This library is named for Pierre Bottineau, a Metis trader on the Ox Cart Trail and an early settler of Northeast Minneapolis.

This branch of the Hennepin County Library, as well as this neighborhood, is named for Pierre Bottineau, a Métis trader. This building was once the carriage house and millwright shed of the Grain Belt Brewery. But long before it stood here, Bottineau owned this land. He was not only the most prominent guide on the trail, but a successful land speculator, who also took an important role in politics.

After living near Fort Snelling, Bottineau bought 160 acres of land in St. Anthony and built a house, the second in the settlement. An 1849 census shows 17 people in his household, including his brothers and their families, as well as business partners and employees. In 1854, Bottineau moved his children, his mother, and a new wife, Martha Gervais, to a house near today’s Maple Grove, then called Bottineau’s Prairie. At each new site, Bottineau was accompanied by a Métis community.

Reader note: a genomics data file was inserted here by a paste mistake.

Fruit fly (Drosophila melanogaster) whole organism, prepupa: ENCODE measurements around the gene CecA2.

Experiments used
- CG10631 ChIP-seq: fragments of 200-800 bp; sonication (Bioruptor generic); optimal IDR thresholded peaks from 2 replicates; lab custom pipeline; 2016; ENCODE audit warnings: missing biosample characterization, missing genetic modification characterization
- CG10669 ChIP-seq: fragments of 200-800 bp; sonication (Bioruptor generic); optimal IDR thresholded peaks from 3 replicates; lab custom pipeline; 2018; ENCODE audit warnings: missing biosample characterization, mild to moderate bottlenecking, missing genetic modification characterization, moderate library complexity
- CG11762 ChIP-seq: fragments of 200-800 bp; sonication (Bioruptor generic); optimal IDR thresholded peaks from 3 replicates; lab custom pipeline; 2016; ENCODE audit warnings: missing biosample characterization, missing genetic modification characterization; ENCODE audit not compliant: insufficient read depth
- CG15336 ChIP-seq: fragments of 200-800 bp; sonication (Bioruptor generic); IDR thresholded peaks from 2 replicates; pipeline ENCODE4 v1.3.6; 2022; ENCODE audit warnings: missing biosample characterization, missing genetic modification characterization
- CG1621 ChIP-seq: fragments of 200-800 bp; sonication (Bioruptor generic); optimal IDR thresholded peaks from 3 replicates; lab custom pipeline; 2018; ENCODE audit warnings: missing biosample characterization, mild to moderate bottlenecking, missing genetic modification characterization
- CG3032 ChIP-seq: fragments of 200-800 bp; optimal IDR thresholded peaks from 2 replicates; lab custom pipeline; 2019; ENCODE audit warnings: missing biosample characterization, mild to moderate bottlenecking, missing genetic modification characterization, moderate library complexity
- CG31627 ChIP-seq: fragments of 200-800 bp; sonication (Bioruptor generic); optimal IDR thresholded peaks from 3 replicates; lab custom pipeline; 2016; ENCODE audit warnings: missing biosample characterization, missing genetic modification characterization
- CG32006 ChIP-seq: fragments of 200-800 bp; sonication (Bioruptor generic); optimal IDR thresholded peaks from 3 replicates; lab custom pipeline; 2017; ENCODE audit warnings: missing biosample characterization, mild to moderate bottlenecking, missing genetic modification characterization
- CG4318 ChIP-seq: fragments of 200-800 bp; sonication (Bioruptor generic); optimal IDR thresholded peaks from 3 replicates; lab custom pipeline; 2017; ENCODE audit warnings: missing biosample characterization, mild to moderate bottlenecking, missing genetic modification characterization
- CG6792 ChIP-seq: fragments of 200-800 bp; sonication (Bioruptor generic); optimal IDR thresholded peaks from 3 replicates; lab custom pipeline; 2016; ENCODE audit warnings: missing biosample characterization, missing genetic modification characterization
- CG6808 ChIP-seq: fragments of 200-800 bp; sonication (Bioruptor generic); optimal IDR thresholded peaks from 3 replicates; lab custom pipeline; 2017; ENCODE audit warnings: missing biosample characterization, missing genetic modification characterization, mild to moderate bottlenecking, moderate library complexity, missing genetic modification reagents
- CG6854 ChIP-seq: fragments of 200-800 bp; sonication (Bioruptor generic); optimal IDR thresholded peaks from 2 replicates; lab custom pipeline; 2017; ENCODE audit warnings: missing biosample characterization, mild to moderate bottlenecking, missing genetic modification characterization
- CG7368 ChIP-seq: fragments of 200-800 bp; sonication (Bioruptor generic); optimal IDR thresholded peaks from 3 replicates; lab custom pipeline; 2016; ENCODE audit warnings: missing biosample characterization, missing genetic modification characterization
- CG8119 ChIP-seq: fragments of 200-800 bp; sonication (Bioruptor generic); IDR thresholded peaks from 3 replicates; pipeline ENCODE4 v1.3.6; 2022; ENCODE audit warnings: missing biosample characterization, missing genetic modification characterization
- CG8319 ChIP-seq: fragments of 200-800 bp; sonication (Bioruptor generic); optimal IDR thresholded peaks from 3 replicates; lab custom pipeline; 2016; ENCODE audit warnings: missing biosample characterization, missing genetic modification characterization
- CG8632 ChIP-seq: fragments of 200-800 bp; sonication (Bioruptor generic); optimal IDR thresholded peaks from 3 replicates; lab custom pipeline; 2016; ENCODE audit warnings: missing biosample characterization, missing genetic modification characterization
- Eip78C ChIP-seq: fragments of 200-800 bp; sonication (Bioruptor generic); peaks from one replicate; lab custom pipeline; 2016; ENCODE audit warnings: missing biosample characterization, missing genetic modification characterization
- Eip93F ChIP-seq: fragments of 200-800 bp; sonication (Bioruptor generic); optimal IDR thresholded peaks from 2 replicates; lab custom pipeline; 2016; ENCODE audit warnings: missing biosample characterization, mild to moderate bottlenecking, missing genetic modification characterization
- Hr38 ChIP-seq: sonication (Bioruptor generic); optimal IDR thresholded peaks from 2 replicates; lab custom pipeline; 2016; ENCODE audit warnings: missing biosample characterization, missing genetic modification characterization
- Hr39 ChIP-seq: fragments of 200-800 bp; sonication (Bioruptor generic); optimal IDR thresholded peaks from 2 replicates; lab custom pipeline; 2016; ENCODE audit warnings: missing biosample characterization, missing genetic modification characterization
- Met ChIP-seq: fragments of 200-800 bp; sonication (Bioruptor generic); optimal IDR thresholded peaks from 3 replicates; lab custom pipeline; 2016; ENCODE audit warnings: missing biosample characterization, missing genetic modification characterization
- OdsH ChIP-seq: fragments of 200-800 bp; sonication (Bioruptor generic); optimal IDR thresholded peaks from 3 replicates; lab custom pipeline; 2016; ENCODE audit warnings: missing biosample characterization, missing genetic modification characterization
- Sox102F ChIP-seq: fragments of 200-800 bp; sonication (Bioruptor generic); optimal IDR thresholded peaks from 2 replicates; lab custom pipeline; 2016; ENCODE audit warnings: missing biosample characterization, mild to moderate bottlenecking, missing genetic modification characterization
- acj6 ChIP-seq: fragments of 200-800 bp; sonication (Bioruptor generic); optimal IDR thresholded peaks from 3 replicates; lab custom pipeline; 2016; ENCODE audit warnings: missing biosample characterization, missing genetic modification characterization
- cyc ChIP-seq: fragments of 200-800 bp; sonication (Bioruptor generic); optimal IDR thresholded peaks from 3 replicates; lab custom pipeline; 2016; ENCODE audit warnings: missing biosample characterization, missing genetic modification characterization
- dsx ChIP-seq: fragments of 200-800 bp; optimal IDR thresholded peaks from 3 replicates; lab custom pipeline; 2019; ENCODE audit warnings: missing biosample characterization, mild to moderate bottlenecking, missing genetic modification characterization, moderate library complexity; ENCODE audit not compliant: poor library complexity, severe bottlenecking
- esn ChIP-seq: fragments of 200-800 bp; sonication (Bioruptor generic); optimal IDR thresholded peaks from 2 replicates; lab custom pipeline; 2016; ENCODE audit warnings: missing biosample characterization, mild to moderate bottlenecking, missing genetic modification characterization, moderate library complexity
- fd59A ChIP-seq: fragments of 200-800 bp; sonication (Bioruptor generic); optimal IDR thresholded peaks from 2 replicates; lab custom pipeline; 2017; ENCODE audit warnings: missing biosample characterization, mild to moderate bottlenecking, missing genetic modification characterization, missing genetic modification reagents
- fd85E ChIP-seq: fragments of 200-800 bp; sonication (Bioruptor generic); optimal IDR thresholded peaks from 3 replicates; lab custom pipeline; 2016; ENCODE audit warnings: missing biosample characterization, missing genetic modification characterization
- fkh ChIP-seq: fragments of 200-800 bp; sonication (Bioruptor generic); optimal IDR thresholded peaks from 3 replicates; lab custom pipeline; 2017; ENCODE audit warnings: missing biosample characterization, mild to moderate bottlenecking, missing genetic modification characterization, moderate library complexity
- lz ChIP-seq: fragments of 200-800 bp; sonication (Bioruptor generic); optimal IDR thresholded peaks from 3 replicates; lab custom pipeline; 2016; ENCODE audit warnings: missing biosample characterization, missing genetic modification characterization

In 1850, the first hotel in St. Anthony, the St. Charles Hotel, opened its doors at Marshall Street Northeast and Sixth Avenue Northeast, not far from Pierre Bottineau’s home. The St. Charles Hotel was the center of St. Anthony social life in its early years.

The Ox Cart Trail crossed to the east of Marshall Street at Lowry and passed about a block east of where the library stands. Then it probably ran between Main and Second streets, on what was then Prince Street, past the St. Anthony of Padua Church.



Bottineau Library commentary
Creator: Mark Labine
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Mark Labine, autobiographical

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The Bottineau Library is part of the Hennepin County Library System and is open as shown on their website.